PHOENIX – Maricopa County Election Department says the Board of Trustees approved a table equipment review following the 2020 elections.

The decision was made unanimously during an official meeting on Wednesday January 27th.

The “multi-layer forensic audit” includes a software, hardware and financial review of the systems. After information from the meeting, vulnerabilities are analyzed, checked for malware and Internet communication and confirmed that no change of voice has taken place.

The information also shows that the state and county procurement code for the equipment lease is being checked.

The Board of Supervisors says the county will hire two independent firms, Pro V&V and SLI Compliance, both of which are certified by the US Elections Assistance Commission to conduct independent audits.

Officials also say a “reputable accounting firm” will review county contracts with Dominion Voting Services.

The first audit starts on February 2nd and the second on February 8th.

Maricopa County election officials say several steps were taken during the year “to ensure the integrity of the November general election in Maricopa County.” The County website Details of eight different dates and key measures taken to ensure the integrity of the elections.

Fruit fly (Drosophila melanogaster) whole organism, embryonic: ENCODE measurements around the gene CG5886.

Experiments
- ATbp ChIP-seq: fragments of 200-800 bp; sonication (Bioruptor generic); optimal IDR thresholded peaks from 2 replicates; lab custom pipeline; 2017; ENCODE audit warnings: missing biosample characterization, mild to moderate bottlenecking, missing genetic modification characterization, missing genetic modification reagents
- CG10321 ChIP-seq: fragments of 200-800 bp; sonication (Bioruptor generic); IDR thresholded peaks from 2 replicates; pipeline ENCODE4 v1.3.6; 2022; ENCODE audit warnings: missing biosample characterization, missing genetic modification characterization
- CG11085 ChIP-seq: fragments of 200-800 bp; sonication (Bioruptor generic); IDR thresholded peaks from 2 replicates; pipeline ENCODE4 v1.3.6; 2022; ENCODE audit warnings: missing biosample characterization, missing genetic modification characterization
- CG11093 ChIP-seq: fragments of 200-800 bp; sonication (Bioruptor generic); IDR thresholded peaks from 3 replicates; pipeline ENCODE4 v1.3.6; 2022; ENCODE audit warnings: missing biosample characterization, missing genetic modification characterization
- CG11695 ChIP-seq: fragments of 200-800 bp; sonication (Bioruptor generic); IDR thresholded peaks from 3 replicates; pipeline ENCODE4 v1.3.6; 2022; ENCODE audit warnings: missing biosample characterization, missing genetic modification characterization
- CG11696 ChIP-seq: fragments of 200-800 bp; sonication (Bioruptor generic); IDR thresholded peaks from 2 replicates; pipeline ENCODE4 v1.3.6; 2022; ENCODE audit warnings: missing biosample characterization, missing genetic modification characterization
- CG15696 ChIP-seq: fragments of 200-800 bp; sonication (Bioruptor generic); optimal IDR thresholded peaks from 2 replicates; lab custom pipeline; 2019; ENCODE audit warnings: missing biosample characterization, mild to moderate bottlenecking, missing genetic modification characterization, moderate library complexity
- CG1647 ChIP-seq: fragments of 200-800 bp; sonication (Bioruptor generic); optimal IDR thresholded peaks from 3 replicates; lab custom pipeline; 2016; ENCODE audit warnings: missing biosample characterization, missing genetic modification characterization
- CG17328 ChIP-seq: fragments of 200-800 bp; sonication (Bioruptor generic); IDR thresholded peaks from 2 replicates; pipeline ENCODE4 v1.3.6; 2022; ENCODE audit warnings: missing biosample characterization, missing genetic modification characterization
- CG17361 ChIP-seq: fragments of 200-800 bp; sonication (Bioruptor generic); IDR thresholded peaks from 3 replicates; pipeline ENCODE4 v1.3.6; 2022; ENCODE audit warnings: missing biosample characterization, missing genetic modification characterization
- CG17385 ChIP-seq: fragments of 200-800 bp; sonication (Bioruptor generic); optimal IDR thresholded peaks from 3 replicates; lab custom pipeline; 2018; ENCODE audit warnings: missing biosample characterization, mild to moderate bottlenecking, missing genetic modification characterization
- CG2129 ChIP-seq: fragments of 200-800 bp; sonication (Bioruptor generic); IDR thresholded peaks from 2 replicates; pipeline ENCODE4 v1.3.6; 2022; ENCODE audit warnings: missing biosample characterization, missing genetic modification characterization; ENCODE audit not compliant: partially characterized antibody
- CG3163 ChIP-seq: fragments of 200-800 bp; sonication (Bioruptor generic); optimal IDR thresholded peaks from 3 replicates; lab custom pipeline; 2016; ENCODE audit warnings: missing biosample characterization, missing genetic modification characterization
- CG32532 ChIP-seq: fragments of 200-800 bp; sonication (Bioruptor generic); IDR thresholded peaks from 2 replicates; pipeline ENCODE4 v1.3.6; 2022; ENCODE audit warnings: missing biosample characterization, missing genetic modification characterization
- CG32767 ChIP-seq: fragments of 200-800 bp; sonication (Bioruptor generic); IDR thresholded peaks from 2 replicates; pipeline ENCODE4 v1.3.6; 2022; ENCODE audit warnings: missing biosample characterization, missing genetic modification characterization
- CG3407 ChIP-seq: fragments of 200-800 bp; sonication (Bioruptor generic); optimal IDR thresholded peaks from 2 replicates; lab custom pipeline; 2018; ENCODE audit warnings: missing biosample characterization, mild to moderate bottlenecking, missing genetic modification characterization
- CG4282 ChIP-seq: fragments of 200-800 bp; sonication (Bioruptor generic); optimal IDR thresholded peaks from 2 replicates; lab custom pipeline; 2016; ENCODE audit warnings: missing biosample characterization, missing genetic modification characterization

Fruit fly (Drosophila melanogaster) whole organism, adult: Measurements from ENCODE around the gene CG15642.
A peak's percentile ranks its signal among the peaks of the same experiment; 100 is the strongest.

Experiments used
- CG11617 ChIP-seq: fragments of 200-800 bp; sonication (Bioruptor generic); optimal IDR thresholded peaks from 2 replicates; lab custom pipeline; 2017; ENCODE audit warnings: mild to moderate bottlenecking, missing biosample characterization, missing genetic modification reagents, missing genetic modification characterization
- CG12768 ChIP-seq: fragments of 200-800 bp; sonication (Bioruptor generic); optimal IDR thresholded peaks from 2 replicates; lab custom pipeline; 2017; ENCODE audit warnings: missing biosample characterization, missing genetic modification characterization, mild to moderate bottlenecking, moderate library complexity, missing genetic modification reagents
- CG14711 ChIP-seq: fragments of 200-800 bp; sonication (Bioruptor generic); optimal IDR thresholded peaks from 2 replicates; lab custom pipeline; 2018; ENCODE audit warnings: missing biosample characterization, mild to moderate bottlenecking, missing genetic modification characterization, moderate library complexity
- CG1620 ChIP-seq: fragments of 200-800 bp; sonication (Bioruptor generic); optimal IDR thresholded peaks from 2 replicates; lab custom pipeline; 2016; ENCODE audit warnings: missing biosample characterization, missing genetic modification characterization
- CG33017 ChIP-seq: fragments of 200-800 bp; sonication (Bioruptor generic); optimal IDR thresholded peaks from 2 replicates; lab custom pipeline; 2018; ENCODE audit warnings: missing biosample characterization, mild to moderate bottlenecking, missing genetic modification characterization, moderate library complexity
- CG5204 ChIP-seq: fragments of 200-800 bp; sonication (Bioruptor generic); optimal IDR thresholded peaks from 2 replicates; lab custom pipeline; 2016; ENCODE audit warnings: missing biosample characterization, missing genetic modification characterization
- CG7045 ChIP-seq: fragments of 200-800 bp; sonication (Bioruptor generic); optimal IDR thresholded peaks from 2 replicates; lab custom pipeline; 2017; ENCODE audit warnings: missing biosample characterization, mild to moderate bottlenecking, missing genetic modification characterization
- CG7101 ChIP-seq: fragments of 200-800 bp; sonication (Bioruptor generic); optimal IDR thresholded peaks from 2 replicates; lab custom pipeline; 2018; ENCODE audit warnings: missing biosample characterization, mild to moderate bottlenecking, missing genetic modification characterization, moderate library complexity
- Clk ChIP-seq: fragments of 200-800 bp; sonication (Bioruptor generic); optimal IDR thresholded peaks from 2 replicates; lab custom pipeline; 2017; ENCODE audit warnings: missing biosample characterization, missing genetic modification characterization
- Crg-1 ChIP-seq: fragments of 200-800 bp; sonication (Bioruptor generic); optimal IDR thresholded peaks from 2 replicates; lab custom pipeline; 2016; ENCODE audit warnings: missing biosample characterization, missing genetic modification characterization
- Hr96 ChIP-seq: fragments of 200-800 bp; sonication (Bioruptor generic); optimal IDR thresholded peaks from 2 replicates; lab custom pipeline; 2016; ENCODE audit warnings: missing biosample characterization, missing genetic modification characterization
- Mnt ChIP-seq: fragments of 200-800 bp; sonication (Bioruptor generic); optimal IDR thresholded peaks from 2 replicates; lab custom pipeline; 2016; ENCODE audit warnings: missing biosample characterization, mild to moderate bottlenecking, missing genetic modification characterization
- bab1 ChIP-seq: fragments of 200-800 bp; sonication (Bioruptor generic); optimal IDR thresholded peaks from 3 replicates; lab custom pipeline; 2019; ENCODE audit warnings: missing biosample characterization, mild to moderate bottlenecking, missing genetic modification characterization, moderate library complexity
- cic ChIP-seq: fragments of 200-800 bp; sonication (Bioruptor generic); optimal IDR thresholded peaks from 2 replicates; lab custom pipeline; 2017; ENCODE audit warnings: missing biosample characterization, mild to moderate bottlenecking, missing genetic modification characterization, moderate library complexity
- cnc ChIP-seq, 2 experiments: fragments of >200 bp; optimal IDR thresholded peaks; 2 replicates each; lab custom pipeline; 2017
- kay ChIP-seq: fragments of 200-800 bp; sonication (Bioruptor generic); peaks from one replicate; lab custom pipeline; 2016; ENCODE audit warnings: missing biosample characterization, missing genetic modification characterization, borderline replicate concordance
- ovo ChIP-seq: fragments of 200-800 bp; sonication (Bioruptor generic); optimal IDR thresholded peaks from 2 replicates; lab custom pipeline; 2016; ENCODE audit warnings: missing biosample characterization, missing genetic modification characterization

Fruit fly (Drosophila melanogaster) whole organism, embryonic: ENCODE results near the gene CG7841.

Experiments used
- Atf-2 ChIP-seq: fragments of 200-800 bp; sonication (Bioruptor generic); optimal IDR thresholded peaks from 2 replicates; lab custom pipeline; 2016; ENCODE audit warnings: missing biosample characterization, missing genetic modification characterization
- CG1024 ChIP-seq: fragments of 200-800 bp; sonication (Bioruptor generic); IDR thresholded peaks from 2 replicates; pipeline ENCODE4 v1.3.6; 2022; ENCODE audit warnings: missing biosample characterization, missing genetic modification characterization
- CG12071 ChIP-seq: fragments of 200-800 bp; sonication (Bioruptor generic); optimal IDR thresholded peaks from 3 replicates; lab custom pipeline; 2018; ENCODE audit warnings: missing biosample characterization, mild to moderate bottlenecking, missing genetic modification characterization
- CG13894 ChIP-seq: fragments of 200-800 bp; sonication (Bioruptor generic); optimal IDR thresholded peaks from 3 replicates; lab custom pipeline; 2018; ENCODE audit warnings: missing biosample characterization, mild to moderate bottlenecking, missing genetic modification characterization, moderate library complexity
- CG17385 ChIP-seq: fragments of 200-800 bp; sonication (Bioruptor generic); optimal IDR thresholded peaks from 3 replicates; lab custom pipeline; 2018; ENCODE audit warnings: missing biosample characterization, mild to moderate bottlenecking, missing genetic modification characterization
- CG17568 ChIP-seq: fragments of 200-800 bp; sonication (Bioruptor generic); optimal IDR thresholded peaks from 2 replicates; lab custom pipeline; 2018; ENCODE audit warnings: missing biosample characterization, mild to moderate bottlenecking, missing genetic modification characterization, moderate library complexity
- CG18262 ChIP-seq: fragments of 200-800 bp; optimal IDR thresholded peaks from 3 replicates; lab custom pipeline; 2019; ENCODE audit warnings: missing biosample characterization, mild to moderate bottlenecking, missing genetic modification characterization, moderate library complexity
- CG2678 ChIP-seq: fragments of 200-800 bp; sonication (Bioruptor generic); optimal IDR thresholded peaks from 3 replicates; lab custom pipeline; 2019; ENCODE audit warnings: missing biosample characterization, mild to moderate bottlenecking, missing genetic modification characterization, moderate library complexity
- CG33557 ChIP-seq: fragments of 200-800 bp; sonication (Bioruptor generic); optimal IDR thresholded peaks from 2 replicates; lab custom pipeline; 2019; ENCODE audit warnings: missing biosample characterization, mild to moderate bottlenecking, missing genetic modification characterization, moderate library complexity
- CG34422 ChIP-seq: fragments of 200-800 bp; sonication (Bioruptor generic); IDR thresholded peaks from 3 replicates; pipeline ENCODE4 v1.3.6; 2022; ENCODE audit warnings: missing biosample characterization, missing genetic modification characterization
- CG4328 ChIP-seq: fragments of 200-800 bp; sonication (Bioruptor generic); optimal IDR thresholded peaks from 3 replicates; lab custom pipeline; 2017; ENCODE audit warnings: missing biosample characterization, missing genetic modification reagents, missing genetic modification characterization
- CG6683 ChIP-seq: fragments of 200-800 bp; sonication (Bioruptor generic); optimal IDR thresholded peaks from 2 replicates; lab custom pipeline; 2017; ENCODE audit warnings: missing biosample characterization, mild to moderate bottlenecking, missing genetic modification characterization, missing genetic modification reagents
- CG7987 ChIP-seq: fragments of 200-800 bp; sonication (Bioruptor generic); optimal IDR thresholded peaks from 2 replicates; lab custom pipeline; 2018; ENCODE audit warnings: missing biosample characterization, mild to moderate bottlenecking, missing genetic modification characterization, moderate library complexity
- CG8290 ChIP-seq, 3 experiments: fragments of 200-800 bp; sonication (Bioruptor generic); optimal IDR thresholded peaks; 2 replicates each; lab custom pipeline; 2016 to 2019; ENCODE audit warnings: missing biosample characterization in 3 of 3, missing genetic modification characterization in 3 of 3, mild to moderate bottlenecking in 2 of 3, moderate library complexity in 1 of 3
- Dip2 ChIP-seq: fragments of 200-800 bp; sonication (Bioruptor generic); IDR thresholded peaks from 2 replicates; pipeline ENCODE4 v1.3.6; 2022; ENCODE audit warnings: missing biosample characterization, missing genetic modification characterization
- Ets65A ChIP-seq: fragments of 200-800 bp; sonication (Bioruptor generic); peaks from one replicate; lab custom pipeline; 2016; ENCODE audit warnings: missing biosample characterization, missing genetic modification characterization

After the November election, 11 different complaints were filed against the board, and “each case was dismissed by the courts or withdrawn by plaintiffs,” the county said.

“Before November, there were no complaints about the accuracy of the county’s tabulation equipment, which was also used in March, May and August elections,” officials said.

Allegations of electoral fraud were widespread after the November elections, however No evidence of widespread electoral fraud that could have changed the election results was ascertained.

Maricopa County Recorder Stephen Richer released a forensic examination statement in which he said in part:

“To that end, since I took office three weeks ago, I have worked with my election administration partners, the Board of Directors, to design a forensic review of the election table equipment and software. The board has legal authority over the tabulation equipment, and it is therefore ultimately the decision of the Board of Directors whether to proceed or not. But I fully support the audit as planned. I welcome the Board’s decision to hold a vote and I will instruct the Registrar’s office to open the audit help where possible.

Such a test is not required by law. In addition, the numerous tests submitted and already carried out did not reveal any significant problems. In fact, the handcounting test gave approximately 47,000 votes, 100% agreement with the machine-tabulated results.

Still, I believe the Board of Directors’ audit is needed to build confidence in the electoral process and further improve the electoral administration in our county, the second largest electoral jurisdiction in the United States. “